In the first session of Art Academy for 6-10 year olds this spring, we looked at artists and artwork inspired by food and our rituals and habits around eating. For this project, we took our inspiration from contemporary Swiss artist, Daniel Spoerri, who is best known for his so-called "snare pictures," which are large scale assemblages of what is left on a table after a meal has been eaten by a group of people. These works are made up of "used" cutlery, dinnerware, and napkins. They might also include spilled drinks, leftover bites, change, ashtrays, flower arrangements, wine corks and bottles, or paper ephemera left behind by one of the diners. His works are hung up on the wall, taking the table and its contents to the vertical. Viewed like this, they become intriguing tableaus with clues about what has happened in the moments before we, the viewers, arrived. Our students had fun following the clues and making educated guesses about who was there, what was eaten, and where the meal was enjoyed. In viewing Spoerri's work, they readily made connections to their own experiences dining with family and friends and to the idea that these times are poignant and celebratory. It was easy after this conversation to leap into creating our own tableau of a pizza party interrupted. This lesson could be adapted for students K-12.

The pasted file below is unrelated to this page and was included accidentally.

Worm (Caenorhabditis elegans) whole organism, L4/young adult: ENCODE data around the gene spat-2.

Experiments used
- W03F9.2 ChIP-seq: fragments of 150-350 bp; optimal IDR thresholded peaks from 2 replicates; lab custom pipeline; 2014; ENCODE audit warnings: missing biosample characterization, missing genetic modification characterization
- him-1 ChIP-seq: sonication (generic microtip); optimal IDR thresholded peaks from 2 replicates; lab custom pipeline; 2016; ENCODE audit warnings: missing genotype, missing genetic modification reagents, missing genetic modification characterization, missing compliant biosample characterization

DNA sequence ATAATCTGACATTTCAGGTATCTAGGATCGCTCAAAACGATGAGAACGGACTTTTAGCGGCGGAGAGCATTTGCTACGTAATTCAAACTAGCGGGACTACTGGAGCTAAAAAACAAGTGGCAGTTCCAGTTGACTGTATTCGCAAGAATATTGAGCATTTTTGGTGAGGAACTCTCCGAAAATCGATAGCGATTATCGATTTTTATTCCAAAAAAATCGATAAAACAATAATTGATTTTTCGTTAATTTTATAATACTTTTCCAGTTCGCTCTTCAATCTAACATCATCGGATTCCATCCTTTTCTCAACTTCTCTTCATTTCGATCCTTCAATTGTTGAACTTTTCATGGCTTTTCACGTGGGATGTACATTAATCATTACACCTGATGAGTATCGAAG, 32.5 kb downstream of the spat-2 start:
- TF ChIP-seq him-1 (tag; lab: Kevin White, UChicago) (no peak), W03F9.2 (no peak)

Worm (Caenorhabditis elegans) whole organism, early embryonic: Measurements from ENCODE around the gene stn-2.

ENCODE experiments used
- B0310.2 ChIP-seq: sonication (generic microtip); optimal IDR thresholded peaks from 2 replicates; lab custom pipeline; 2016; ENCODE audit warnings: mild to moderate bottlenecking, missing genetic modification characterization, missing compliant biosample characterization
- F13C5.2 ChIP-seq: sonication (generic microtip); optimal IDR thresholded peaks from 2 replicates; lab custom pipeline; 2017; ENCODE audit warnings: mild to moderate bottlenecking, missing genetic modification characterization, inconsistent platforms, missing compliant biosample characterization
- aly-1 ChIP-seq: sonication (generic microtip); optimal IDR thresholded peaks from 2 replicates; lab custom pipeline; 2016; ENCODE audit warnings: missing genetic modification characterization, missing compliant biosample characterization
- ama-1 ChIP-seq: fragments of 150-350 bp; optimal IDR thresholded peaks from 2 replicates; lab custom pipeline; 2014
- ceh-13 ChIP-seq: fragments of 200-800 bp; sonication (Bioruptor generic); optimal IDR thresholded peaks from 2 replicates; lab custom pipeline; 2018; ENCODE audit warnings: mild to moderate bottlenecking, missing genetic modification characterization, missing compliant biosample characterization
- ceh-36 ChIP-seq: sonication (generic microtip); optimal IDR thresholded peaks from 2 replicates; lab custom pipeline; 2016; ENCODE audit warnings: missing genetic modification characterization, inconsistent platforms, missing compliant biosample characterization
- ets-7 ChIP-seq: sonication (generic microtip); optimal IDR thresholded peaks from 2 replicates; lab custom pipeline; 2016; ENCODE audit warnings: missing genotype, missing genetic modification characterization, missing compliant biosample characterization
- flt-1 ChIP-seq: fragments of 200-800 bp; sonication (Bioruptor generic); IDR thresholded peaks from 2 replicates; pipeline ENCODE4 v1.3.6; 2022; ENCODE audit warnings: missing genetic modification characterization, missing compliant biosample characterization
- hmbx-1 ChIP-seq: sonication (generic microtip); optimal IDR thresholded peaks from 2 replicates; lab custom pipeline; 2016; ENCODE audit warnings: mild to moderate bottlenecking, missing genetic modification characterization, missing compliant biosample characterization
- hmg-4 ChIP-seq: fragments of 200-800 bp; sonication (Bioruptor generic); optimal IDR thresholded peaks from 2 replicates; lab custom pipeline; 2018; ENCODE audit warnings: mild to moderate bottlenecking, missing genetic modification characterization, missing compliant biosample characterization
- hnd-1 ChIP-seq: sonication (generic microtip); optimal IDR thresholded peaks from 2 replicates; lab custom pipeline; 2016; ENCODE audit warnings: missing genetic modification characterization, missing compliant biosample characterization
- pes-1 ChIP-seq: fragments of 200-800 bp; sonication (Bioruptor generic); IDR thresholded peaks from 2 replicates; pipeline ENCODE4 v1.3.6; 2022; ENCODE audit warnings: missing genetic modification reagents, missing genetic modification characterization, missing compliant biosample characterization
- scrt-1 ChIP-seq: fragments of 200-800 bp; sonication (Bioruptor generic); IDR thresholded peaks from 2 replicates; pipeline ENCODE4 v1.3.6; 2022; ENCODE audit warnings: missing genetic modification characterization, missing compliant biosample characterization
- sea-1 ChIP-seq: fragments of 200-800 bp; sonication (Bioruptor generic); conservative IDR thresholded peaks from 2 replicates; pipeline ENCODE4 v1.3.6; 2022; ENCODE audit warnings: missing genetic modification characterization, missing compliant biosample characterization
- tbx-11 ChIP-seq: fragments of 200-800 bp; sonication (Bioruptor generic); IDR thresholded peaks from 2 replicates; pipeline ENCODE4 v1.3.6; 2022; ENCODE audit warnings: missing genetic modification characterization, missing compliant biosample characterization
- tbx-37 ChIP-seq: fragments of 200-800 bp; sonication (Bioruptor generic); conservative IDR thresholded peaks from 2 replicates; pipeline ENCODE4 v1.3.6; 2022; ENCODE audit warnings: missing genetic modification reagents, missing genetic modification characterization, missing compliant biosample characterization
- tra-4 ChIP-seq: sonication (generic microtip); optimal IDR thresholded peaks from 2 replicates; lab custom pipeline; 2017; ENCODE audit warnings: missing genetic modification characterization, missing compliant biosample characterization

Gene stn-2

These imaginative ink and watercolor castles are inspired by prominent turn-of-the-century Oklahoma architect, Joseph Pierre Foucart. Foucart was the first architect to establish a practice in the Oklahoma territory and many of his unique and historical buildings remain in use today. They are especially prominent in Guthrie, OK, where Foucart set up his practice in 1889. Foucart brought the influence of European Gothic with him to Oklahoma and helped develop a new style called Prairie Gothic. Foucart was known to break some of the rules of his day, irreverently mixing and matching window, door, and column styles on the same building. Without a doubt, Joseph Foucart changed the landscape of Oklahoma with his love for the fantastical and whimsical. The following lesson plan was used in a mixed-age setting with students ages 6-12. It could be adapted for students up through high school.